I always love spotlighting polio eradication. Along with Guinea worm, it is one of the few candidates to follow smallpox to the eternal (or so we all hope) halls of eradicated diseases. While the eradication effort has suffered its setbacks in recent years, public health workers have persisted, steadily marching onward. And frankly, there has been so much hand-wringing in global health in recent weeks that it is important to occasionally remember that there are still wins we can, and should, celebrate.
What makes this success possible in addition to trackable is the global network of polio surveillance systems, which was featured in CDC’s MMWR at the beginning of April:
The primary means of detecting poliovirus transmission is surveillance for acute flaccid paralysis (AFP) among children aged [less than] 15 years, combined with collection and testing of stool specimens from persons with AFP for detection of WPV and vaccine-derived polioviruses (VDPVs)…in WHO-accredited laboratories within the Global Polio Laboratory Network. AFP surveillance is supplemented by environmental surveillance for polioviruses in sewage from selected locations. Genomic sequencing of the VP1-coding region of isolated polioviruses enables mapping transmission by time and place, assessment of potential gaps in surveillance, and identification of the emergence of VDPVs. For public health nerds like me, all of MMWR’s polio reports can be found here.
Basically, a combination of syndromic and environmental surveillance allows public health systems to track polio where it pops up, and genetic sequencing helps to trace how the virus got to where it did to shed light on transmission patterns and find gaps in surveillance.
The WHO followed with two YouTube videos featuring the global polio surveillance system and polio vaccination, which is what will make eradication possible:
This is all pretty straightforward stuff – we all know generally that surveillance systems do, in fact, work when their infrastructure is properly supported and that children should be vaccinated against polio. But it’s important to not lose focus on our successes and global health progress, even when it is simple, straightforward, and sometimes slow.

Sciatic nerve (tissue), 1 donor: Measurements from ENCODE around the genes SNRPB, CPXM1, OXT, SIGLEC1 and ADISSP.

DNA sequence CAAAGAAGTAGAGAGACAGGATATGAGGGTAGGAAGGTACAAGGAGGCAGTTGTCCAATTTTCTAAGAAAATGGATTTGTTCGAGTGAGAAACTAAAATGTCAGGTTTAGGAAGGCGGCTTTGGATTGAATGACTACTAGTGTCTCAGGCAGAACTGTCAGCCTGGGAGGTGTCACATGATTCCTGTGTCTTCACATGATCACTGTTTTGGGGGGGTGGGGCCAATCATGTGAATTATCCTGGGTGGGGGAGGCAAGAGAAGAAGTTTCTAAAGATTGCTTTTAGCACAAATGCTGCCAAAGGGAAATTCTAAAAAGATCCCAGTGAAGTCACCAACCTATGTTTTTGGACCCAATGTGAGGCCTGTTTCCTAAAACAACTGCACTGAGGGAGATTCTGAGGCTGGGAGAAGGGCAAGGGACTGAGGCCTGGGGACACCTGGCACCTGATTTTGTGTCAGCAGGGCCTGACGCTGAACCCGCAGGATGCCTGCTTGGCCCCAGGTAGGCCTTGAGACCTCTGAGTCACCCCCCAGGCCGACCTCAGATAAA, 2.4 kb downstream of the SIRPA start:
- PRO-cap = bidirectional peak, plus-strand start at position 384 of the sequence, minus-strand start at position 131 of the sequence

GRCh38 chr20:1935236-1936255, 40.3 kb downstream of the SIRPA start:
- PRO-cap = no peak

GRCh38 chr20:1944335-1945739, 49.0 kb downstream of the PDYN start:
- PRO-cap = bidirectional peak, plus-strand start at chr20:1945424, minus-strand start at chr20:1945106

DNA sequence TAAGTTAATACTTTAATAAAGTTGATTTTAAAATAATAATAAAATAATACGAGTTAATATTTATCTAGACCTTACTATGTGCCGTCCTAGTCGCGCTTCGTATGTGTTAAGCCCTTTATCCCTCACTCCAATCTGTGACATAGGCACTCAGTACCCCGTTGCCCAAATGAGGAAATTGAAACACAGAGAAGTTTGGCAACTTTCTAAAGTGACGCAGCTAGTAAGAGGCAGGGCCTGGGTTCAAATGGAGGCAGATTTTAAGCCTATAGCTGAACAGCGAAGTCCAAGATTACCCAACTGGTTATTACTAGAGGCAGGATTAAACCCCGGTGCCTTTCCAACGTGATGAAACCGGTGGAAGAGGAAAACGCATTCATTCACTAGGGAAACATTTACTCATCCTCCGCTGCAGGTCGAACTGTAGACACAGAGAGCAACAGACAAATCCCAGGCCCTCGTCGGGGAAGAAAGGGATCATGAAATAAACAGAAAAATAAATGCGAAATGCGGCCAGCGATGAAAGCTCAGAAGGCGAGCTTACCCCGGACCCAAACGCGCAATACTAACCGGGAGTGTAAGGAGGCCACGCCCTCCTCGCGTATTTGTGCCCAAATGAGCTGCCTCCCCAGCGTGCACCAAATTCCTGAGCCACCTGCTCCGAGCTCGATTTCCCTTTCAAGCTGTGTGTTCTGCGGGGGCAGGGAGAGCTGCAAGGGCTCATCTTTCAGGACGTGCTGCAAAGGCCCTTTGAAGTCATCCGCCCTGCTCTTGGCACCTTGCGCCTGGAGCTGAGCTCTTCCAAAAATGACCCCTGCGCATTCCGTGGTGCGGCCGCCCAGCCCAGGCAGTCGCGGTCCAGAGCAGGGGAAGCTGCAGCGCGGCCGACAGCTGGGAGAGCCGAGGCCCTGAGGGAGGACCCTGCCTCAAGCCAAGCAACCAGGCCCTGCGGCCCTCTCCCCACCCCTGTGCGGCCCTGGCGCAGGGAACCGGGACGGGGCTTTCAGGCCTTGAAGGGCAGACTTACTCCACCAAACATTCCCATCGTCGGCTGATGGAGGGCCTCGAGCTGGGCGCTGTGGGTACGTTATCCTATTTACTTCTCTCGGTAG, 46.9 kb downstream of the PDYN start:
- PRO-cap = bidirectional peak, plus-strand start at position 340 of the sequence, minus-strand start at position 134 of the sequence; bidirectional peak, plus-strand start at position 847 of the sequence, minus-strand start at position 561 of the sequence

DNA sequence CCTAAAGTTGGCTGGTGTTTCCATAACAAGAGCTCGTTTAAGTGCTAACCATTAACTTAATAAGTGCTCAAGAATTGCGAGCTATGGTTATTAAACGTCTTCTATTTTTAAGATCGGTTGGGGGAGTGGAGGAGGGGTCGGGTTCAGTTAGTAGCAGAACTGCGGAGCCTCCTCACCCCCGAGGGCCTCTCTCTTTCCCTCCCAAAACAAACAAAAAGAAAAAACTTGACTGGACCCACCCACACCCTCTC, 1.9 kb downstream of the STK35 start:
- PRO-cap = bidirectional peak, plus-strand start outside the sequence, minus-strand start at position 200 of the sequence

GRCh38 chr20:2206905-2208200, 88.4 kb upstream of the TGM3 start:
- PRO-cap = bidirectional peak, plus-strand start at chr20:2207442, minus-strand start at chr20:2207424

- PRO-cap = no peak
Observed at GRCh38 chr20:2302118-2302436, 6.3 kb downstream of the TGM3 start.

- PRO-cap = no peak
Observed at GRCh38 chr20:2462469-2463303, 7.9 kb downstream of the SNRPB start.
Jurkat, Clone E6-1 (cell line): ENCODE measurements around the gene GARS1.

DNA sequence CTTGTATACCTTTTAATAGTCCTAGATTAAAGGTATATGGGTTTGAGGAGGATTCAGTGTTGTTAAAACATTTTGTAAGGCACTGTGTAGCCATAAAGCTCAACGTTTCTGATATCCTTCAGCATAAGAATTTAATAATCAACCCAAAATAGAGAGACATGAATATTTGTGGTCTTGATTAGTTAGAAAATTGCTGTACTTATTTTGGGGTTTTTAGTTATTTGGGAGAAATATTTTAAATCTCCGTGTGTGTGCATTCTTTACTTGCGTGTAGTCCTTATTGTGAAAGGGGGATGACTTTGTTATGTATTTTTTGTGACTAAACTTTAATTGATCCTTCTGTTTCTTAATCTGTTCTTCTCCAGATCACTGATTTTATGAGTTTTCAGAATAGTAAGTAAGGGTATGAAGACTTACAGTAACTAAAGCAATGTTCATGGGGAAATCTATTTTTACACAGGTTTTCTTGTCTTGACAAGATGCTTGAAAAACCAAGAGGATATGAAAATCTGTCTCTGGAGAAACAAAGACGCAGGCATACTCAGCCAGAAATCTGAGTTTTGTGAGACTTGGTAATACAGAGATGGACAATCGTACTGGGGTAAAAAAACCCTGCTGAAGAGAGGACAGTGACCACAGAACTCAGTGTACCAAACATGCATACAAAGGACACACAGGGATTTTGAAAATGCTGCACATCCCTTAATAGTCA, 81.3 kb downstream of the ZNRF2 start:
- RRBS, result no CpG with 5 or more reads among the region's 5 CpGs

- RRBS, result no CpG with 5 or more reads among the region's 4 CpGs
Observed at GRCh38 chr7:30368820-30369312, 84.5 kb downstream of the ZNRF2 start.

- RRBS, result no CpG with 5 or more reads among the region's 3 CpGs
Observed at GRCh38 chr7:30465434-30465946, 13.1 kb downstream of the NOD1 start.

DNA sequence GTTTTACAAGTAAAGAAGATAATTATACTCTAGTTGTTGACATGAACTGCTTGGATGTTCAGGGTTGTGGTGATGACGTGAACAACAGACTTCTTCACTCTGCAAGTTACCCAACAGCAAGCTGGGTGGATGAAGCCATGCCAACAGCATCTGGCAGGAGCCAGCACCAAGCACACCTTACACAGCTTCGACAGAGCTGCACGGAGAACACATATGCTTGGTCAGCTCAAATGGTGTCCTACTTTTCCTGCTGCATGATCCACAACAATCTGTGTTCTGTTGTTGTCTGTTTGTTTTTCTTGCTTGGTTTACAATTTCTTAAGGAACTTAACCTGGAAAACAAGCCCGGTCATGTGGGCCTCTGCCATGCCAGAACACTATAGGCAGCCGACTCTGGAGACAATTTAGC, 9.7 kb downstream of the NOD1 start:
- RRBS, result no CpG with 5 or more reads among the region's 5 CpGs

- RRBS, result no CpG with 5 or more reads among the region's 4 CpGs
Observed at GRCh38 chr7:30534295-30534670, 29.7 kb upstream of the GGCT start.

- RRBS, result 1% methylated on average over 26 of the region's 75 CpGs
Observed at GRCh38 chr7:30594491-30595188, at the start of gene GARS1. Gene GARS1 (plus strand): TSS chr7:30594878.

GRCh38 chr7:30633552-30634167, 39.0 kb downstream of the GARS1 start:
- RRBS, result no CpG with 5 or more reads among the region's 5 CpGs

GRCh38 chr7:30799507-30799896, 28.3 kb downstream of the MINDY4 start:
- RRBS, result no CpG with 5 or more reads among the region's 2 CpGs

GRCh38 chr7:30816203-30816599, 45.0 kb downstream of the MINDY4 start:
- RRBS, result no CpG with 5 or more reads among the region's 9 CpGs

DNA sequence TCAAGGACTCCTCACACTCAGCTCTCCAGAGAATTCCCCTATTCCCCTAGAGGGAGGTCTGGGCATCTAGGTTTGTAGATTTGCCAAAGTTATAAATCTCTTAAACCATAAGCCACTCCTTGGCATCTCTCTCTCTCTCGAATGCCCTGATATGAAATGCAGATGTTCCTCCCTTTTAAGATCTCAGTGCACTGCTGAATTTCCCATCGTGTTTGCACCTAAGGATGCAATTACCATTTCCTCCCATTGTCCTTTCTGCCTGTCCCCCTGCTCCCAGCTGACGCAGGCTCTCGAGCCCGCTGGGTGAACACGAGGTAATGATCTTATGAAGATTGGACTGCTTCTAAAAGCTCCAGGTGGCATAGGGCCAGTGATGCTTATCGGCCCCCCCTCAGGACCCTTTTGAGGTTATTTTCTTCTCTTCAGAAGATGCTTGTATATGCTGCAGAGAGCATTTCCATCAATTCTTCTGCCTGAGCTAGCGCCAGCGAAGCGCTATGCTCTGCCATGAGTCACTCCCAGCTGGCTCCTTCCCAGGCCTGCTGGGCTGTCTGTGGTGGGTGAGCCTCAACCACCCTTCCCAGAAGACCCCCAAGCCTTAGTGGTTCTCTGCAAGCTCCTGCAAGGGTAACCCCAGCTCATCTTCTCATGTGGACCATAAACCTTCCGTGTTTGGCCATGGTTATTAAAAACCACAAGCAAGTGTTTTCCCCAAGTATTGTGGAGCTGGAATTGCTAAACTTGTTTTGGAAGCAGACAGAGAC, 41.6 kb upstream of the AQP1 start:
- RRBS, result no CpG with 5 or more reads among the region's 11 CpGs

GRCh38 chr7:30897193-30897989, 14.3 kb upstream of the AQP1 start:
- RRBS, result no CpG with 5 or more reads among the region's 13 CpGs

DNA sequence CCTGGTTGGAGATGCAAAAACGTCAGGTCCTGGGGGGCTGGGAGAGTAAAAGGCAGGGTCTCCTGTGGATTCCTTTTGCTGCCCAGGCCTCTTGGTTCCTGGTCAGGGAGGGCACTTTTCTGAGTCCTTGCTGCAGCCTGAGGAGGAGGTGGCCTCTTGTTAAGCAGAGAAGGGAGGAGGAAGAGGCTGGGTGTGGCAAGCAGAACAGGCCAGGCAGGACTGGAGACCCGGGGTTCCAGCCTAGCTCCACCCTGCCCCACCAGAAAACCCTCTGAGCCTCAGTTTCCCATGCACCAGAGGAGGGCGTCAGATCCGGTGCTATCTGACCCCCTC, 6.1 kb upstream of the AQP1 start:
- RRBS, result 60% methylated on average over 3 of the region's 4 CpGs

I came across a very encouraging article in last week’s MMWR (the CDC’s Morbidity and Mortality Weekly Report) this morning about polio eradication. After several reappearances in 2013, cases are down again this year and, if things continue to go well, the end may be in sight:
Four of six WHO regions have been certified as free of indigenous WPV, and endemic transmission of WPV continued in only three countries in 2014. In 2013, the global polio eradication effort suffered setbacks with outbreaks in the Horn of Africa, Central Africa, and the Middle East; however, significant progress was made in 2014 in response to all three outbreaks. Nonetheless, the affected regions remain vulnerable to WPV re-importation from endemic areas and to low-level, undetected WPV circulation. Continued response activities are needed in these regions to further strengthen AFP surveillance and eliminate immunity gaps through high-quality SIAs and strong routine immunization programs.